CARE: Christian Action, Research and Education

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22 July 2019
Boss 4

At CARE, we want to equip Christians to be salt and light and to think biblically on difficult issues. In this digital age, technology is developing all the time, leading some to talk about the fourth industrial revolution of artificial intelligence (AI) and Robotics. This brave new world raises massive questions about our human identity. But as Christians, what should our response be? We commissioned Prof Nigel Cameron, an expert in new technologies to write The Robots are Coming: Us, Them and God. It’s easily accessible and a great starting point if you want to know more about what’s been going on and how we can respond. For a limited time, the book is on sale at £4.99, reduced from £9.99. This is the second in a series of blogs based on the book to give you a flavour of what you can expect..! You can read the first one here.

Back in the 60s and 70s, word processors were brought in as an early example of artificial intelligence threatening jobs. So, are robots going to undermine human jobs?

Care for the elderly

Because people are living longer and in many developed countries are also having fewer children, there’s a growing crisis in the care of the elderly. Things are worst of all in Japan, where already one fifth of the population is over 65 – and, as we know, the Japanese are one of the longest-lived nations of all.

Japanese Robot companies are leading the world in making what are called ‘carebots’. They come in a variety of shapes and sizes.

According to a report in American Business Insider magazine, Honda’s ASIMO Robot can take on tasks like turning off the lights and getting food. ASIMO is a ‘humanoid’ – looks a bit like a human.

But another successful Robot doesn’t look like one of us at all. Panasonic has created Resyone, a wheelchair that can convert to being a bed, so someone unable to get up on their own doesn’t need to move from one to the other.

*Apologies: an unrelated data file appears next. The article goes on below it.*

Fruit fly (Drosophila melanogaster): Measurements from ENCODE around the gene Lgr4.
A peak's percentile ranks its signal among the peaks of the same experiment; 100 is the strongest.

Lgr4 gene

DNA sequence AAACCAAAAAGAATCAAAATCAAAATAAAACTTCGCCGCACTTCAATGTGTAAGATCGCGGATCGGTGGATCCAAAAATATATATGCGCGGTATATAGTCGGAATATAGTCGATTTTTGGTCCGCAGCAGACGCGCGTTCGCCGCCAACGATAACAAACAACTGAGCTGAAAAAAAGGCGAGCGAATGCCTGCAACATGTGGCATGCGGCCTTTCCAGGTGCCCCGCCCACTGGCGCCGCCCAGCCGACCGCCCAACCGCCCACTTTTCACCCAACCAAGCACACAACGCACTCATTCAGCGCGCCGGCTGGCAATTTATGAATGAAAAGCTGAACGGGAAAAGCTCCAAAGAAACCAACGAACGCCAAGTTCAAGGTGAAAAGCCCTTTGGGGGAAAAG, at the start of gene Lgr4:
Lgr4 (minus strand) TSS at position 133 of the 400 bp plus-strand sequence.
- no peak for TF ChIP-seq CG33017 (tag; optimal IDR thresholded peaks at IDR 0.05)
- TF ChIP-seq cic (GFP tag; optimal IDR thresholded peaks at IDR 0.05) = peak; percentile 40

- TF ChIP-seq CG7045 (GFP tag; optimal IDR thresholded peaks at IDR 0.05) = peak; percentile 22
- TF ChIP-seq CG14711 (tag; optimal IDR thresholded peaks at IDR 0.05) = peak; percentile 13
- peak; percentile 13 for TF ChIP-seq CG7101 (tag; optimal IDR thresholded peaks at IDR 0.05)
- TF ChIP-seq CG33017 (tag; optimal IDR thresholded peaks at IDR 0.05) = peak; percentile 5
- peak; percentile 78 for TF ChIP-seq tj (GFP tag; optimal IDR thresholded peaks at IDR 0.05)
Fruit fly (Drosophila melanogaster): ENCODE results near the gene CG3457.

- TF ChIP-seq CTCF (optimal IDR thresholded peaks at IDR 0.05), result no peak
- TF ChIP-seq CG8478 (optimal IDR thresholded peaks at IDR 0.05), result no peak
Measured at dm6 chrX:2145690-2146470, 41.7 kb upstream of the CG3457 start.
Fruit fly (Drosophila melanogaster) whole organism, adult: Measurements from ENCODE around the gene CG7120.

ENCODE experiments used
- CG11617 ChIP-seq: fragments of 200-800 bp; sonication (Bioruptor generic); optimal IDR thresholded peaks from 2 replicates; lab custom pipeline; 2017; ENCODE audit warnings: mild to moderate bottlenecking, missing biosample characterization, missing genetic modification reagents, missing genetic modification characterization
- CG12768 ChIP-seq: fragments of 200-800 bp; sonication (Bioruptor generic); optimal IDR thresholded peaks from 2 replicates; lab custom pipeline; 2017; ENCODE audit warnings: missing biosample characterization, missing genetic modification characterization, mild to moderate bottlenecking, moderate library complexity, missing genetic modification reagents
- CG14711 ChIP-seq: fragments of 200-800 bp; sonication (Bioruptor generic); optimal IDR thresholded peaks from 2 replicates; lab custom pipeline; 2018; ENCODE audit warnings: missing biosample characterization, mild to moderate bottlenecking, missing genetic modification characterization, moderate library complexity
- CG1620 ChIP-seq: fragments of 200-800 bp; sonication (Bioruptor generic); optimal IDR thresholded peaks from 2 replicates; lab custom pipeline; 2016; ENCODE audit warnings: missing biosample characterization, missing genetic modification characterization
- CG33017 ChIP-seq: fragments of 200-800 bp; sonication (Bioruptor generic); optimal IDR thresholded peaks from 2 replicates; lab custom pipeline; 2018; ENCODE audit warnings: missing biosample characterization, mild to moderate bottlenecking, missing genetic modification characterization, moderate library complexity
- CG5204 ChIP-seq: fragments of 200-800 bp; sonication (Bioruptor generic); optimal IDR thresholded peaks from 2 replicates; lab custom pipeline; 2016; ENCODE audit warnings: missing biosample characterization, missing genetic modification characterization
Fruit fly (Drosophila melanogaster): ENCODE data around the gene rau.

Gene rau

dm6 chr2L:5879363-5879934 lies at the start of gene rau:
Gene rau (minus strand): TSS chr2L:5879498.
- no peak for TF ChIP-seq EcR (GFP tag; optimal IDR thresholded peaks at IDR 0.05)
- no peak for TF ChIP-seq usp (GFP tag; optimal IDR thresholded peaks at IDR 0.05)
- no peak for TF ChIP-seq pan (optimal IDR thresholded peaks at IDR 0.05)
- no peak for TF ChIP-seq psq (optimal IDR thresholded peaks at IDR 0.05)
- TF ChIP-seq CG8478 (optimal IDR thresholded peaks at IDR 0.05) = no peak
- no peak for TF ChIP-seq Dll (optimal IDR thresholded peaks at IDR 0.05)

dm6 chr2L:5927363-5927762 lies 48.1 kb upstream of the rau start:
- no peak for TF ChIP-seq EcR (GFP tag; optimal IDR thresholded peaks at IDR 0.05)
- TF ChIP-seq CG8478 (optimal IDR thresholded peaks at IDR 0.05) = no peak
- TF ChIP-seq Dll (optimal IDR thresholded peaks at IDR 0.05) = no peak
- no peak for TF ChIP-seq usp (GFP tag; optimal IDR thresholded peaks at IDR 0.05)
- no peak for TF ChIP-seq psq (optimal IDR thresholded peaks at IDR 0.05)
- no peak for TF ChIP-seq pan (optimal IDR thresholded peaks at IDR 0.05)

Still in the experimental stage, Robobear is being developed by a research institute and counts as a humanoid – though maybe we should call him a bearoid – and is intended to be able to pick people up and carry them around.

Meanwhile, Robot pets are also all the rage in Japan. People need company as well as nursing care, so the Hasbro company has developed a line of cats (catoids?) called Joy for All. They keep you company – without all the problems of claws, litter trays, dead pigeons, and the occasional bite, (which, as some of us know, even the most affectionate cats sometimes dole out).

An obvious question

It’s an obvious question, but just because it saves money, do we want our old folk taken care of by a combination of Robotic beds, bears, mechanical humanoids and artificial cats?

Robots as surgeons and therapists

Robots are already being used as surgeons – their steady hands and ability to make tiny movements mean they are used in some of the most complicated precision operations. And they can also do things at a distance from the doctor in charge – over the internet.

IBM’s top health exec Thomas Balkizas said: “In the future, a patient could interact with our cognitive technology before they even speak to anyone at the hospital.”

We are well on the way to Robots being used as therapists – for example, there is evidence that children with autism may actually respond better to computers than they do to people, so quite an effort has been made to develop a diagnostic and helping tools for them.

Some are predicting Robots will also increasingly be used in education. Professors in universities will go from teaching a class of 20, to reaching two million. Is there any end to the kind of tasks Robots can take on? I certainly don’t have an answer.


To find out the answer to that question, why not buy yourself a copy of The Robots are Coming: Us, Them and God. For a short period of time, it’s available at a discounted price of £4.99, down from its normal price of £9.99. You can get a copy from our shop.

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Technology, Robotics, and AI

CARE is exploring the theological, social and practical implications of advances in artificial intelligence and robotics.

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